There was a similar story of a slow wait and long work for the establishment of and harvest from the Community Christian Bible Training Institute (CCBTI). First the Turkana Bible Training Institute (TBTI) was transformed into the initial campus of CCBTI. Then in 2016 we were able to help the Community Christian Churches (CCC) to successfully establish two branch campuses of CCBTI in Maasai Land. This year sees the first graduations of the Maasai branches of CCBTI. Today, 30 November 2018, believers gathered from miles around in Ng’atataek in Kajiado County to celebrate the CCBTI graduation of a group of Kenyan and Tanzania Maasai pastors. The CCBTI graduation for the Ewaso Ng’iro campus is scheduled for 8 December 2018.
Here are some pictures from today’s graduation in Ng’atataek. Those who are kneeling are the graduating pastor-students being ordained. The washing of feet was a public demonstration of the nature of servant leadership. As we are still abroad in America, Ntinga Sam Tome, our colleague and the administrator of the two Maasai CCBTI campuses, sent us these pictures.
EDIT (28 January 2019): I just realized that I forgot to include the names of the ten graduates. They are: Joshua Papa Kimeshwa, Joshua Sinkira Lekoke, Nchoke Kakeu Naipenyu, Jackson Moikan Laisa, Moses Ntete Laisa, Leimaduk ole Solonka, Philipo Naisango koole, Jackson Kapaito Mayiasek, Noah Ikayo Nkoye, and Musanka Sakaya Korema.
Successes and failures and ongoing challenges. During our first eleven years in Kenya, we’ve seen our share in each of these categories. In this update, we want to share with you some of our key successes from our third term (2014-2017) as we continue to work with our support partners in the work of expanding Christ’s Kingdom in Kenya.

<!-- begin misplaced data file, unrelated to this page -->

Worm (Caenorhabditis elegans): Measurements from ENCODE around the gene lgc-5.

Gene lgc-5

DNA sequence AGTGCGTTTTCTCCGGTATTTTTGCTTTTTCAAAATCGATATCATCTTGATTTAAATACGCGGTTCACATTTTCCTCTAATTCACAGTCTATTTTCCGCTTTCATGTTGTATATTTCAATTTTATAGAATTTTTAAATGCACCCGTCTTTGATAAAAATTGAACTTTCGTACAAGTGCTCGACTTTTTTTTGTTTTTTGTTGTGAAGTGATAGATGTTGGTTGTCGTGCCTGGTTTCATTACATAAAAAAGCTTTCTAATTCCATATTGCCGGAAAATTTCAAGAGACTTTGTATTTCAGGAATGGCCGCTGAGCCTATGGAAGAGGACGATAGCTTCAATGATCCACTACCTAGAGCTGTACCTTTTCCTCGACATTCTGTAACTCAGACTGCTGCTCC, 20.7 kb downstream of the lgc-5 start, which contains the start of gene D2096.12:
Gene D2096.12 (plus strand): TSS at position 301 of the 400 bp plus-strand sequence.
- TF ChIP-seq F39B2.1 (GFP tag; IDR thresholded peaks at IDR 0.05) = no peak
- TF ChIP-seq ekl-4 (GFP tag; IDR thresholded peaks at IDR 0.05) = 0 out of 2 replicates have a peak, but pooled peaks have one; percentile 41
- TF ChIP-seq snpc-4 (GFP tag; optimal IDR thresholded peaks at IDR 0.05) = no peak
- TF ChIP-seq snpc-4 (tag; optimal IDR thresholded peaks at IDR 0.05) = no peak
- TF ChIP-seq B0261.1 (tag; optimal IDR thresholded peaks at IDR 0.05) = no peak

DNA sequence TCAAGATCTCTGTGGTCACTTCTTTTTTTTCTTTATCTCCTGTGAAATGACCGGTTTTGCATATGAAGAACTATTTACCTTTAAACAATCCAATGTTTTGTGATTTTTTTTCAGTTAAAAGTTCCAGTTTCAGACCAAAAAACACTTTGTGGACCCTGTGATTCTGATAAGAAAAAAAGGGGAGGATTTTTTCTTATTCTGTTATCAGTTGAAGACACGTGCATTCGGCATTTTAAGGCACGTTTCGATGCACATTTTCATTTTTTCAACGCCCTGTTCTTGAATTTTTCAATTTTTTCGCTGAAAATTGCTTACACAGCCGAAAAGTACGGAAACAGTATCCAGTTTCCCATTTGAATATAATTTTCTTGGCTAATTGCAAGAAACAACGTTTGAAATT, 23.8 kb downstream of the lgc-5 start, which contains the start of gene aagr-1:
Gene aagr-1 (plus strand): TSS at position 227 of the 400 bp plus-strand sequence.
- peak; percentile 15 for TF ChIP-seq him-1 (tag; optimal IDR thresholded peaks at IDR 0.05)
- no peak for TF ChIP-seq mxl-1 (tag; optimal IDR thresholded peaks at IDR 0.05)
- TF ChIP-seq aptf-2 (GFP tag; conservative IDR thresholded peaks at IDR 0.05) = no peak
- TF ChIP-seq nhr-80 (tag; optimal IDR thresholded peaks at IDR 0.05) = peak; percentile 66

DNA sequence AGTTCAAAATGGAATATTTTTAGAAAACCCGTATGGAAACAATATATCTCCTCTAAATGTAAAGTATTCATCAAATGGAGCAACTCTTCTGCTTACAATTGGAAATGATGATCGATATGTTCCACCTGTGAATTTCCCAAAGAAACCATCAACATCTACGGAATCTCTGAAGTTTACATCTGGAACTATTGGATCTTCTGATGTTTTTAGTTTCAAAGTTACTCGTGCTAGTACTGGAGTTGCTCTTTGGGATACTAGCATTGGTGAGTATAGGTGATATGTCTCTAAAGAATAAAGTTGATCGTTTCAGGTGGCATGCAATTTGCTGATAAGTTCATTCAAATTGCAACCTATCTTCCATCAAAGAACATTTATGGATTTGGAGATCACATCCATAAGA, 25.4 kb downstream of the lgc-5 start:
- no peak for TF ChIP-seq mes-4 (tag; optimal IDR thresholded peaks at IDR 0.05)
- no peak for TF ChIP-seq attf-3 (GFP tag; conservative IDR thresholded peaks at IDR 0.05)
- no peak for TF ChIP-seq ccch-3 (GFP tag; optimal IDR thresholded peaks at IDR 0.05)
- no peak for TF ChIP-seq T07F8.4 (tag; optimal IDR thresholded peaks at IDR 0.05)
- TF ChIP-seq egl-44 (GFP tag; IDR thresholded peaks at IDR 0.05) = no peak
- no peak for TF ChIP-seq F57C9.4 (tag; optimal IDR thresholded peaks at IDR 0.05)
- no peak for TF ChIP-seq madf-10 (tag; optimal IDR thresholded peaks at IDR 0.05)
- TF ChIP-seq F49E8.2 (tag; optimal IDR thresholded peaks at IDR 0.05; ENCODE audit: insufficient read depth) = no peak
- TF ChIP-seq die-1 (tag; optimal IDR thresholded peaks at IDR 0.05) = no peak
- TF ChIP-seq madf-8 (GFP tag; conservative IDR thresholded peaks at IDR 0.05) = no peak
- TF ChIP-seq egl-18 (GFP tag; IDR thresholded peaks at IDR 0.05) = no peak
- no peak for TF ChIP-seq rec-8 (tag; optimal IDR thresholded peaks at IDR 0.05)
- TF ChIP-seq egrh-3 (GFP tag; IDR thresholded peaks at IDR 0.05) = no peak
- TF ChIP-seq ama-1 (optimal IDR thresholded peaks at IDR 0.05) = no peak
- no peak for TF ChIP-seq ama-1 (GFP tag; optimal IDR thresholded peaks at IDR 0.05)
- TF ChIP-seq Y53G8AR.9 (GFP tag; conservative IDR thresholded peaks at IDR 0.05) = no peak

Most of you know that our Eating the Word of God curriculum has been published in three languages:
• Enkinosata Ororei le Nkai (in Maa)
• Kujilisha kwa Neno La Mungu (in KiSwahili)
• Akinyam Akiroit a Akuj (in NgaTurkana)
(Maa, the language of the Maasai, is spoken in Kenya and Tanzania. KiSwahili is the primary second language of most Kenyans and Tanzanians, and is spoken across East Africa. NgaTurkana is the language of the Turkana people, who live primarily in Kenya’s northwest, between Lake Turkana and Uganda.)
Just to remind you, this is the textbook for the Eating the Word of God course of the Community Christian Bible Training Institute (CCBTI; there are three branch campuses). The highfalutin academic title would be “Equipping Congregations for Biblical Understanding,” but we keep it simple. The books are also used for teaching grass-roots level seminars.
Today some missionaries to theTongainZambia(in Southern Africa) have asked if they can adapt our materials for the Tonga churches. (We said “yes,” of course.)
We may be in America, but we continue to be engaged with our ministry in Kenya, mostly behind the scenes. The two CCBTI branch campuses in Maasai Land are still going well. Last month (June 2018), Sam Ntinga Tome was in Ewaso Ng’iro to teach Life of Christ and Gospel of Mark. Here are a couple of pictures.